When Iliya Rezvine first started his transportation business, he had to be comfortable living without a salary.
Iliya runs Northeast Metro Ambulance, a transportation company based in South Jersey. He’s been able to scale his company from just one car to a fleet of 40, and they’ve reached an operational efficiency that allows them to transport 24 hours a day, seven days a week. Like for many small business owners, the journey wasn’t easy.
For the first few years, Iliya told us, he had to pour a lot of money in to grow the business. “The owner doesn’t take home a lot. Sometimes it’s nothing.” Iliya is not alone—77% of small business owners rely on personal savings to get their business started.
When you’re starting a business on your own, every penny counts. You need to tighten processes and be on the lookout to increase efficiency so that you can get more done with less. A large part of that depends on you picking the right software for your business.
Here’s the essential stack for saving you time and money, so you can focus on what you really want to be doing: building your business.
1. A product management tool
When your business is just a few people, all information is just a shoulder tap away. You can ask Jen the status of the reports she’s working on, or Dan for that one client email you need. As your business grows, however, it becomes harder to keep track of all ongoing projects. You’re not sure who to ask for what, and even the smallest task turns into a quest for information.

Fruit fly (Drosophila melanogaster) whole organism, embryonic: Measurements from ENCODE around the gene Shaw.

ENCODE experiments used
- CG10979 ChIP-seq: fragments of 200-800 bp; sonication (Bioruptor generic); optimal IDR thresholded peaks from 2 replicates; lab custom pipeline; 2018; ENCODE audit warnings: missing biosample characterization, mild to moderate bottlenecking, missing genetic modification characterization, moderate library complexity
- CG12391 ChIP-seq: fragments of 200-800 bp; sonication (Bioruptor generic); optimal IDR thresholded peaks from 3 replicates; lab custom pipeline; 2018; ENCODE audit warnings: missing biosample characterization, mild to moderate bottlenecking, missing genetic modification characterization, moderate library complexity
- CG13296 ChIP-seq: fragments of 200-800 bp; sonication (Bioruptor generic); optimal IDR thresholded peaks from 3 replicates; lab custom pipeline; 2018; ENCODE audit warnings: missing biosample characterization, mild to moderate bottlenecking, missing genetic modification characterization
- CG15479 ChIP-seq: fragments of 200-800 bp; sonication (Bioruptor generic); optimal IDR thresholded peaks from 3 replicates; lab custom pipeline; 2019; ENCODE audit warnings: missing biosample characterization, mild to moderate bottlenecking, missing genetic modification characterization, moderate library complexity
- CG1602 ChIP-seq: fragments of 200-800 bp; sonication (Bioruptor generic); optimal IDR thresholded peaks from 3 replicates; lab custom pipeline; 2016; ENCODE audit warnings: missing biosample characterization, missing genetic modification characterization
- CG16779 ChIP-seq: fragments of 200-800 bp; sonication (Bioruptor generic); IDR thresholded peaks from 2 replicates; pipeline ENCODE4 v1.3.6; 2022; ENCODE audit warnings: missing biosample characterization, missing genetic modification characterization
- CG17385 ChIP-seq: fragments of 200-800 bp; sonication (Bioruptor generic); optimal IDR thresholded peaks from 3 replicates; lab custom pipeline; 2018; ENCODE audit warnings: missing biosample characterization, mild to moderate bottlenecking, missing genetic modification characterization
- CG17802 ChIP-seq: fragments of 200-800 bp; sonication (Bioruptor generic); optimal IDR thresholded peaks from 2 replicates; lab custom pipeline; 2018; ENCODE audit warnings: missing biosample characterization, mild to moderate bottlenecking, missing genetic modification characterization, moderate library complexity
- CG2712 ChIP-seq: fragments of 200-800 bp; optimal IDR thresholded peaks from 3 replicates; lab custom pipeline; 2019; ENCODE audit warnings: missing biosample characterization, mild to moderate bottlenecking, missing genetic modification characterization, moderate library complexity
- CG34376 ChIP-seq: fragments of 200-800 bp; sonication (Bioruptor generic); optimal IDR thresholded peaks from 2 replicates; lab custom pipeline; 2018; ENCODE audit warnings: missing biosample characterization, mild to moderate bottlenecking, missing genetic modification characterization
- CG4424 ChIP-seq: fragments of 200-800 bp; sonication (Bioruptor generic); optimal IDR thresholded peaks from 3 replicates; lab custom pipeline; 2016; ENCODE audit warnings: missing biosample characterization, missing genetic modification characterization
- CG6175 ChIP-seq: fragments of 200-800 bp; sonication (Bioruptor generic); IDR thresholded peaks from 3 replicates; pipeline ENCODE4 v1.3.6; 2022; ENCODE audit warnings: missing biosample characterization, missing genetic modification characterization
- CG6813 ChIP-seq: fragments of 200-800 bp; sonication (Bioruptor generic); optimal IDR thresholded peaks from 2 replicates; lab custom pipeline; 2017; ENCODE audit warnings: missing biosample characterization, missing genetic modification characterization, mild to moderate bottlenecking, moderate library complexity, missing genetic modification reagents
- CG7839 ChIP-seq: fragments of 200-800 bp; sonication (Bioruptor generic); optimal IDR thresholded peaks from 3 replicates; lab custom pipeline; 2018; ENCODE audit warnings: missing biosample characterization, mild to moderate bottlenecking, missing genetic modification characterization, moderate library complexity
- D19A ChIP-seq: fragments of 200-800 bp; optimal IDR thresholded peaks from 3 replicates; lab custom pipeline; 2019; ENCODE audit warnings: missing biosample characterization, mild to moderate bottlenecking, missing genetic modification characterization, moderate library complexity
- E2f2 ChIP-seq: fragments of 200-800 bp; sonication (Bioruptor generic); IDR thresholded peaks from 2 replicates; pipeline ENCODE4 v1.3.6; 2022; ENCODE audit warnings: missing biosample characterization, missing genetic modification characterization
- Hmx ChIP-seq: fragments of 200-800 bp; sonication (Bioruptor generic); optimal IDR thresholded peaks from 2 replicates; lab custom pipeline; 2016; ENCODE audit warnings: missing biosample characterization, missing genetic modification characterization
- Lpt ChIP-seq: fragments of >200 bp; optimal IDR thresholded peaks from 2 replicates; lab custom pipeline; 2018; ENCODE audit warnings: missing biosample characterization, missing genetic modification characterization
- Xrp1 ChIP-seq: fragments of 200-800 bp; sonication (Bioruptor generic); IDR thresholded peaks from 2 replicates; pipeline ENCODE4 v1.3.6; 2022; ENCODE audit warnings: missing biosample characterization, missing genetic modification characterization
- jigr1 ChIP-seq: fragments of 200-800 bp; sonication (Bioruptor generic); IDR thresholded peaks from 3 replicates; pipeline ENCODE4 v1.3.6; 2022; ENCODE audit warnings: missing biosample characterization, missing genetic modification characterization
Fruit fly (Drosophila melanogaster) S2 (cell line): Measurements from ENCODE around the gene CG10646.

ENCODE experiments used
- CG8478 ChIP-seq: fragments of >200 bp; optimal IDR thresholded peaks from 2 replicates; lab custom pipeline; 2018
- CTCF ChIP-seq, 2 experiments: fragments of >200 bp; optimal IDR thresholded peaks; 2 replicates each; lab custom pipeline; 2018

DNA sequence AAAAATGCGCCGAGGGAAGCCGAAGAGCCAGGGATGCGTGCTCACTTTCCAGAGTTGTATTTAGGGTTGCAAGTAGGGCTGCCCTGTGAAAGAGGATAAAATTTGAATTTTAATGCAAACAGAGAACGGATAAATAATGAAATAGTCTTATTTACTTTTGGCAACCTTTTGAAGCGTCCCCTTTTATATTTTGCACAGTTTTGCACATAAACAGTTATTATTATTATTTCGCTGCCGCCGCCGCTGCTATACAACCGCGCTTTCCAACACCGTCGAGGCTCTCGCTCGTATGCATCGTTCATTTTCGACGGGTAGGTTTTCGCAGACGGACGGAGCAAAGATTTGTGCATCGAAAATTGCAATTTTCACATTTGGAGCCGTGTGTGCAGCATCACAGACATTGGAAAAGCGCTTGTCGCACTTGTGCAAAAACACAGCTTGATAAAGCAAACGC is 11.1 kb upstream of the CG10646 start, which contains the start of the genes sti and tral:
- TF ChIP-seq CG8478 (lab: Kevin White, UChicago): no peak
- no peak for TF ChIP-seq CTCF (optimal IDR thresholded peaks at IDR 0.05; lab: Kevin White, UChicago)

Many small businesses end up creating a ceiling for their efficiency because of knowledge hoarding—when individuals become gatekeepers of information that’s critical for others to do their jobs well. You can counteract this with project management software that centralizes all projects and tasks in one place.
Manage projects in one place using Teamwork Projects
Teamwork Projects centralizes all your projects in one place. The software revolves around tasks, which are visible from one dashboard that everyone on your team can look at. You can assign or leave tasks open to members of the team to pick up and assign themselves. Once tasks are in progress, you can see how far along they are and which members on your team are collaborating on them.